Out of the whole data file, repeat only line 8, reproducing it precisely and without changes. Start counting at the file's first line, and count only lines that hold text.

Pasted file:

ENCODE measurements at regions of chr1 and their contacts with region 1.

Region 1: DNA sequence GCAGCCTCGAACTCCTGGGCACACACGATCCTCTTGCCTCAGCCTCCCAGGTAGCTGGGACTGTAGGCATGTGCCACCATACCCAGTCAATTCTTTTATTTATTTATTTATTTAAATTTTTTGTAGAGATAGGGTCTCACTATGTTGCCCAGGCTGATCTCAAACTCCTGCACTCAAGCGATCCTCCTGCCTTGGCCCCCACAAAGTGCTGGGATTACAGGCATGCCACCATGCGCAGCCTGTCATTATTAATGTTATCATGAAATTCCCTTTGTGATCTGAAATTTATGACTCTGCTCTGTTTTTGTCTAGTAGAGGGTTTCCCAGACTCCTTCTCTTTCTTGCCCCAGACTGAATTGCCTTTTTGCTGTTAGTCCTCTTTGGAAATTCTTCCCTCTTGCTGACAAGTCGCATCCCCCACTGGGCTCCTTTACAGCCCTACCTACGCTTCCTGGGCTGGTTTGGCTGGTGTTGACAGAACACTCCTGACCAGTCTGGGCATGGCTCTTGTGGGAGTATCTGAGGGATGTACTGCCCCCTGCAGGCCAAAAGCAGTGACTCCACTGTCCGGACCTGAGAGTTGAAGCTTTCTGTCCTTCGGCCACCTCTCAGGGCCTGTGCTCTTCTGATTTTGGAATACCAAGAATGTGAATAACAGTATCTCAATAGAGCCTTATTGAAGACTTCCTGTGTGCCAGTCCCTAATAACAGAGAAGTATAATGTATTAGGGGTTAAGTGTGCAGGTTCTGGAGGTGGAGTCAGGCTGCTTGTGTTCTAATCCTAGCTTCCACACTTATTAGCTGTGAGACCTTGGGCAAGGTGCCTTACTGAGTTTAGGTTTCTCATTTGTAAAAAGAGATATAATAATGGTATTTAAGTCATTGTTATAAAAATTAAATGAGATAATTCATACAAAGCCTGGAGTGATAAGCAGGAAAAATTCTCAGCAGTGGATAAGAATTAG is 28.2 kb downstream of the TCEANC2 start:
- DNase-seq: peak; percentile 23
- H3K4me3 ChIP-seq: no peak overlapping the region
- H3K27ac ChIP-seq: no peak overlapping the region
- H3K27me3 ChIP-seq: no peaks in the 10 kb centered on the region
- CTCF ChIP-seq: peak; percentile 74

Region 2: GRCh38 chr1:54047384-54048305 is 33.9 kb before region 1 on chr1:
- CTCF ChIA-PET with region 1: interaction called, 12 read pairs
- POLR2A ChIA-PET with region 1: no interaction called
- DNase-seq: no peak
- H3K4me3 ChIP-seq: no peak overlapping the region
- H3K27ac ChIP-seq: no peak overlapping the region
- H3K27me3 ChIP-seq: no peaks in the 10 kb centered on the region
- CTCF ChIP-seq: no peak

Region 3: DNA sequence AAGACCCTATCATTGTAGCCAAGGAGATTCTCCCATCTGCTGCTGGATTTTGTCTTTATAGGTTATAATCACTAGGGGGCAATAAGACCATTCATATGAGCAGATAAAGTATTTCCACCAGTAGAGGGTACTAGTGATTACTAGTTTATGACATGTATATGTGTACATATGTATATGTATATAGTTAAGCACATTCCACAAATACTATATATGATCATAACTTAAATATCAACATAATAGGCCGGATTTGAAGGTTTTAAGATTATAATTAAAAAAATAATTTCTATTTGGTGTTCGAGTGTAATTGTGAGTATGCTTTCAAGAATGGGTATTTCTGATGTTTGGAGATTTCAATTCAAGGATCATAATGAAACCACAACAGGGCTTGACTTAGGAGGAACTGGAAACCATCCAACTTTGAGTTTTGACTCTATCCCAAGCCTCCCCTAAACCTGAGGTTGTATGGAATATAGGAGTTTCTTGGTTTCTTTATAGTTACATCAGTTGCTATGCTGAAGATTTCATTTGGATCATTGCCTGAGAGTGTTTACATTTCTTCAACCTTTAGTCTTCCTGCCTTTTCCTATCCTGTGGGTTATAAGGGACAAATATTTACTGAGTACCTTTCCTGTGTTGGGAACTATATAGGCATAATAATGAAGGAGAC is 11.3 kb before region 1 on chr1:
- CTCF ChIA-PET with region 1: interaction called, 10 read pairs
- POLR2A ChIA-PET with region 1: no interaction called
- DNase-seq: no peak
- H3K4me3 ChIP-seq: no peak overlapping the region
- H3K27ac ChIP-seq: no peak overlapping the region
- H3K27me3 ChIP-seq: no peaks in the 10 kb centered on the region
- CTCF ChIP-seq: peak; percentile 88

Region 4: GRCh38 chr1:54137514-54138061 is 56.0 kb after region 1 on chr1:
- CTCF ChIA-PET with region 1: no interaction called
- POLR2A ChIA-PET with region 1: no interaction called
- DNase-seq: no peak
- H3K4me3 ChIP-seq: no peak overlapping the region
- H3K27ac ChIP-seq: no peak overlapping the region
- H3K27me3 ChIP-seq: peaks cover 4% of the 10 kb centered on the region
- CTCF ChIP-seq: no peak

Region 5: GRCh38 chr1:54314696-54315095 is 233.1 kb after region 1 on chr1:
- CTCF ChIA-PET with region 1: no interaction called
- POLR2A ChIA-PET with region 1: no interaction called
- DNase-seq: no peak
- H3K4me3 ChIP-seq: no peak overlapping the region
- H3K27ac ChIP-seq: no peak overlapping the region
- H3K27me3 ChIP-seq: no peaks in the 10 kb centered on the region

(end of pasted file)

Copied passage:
Region 2: GRCh38 chr1:54047384-54048305 is 33.9 kb before region 1 on chr1: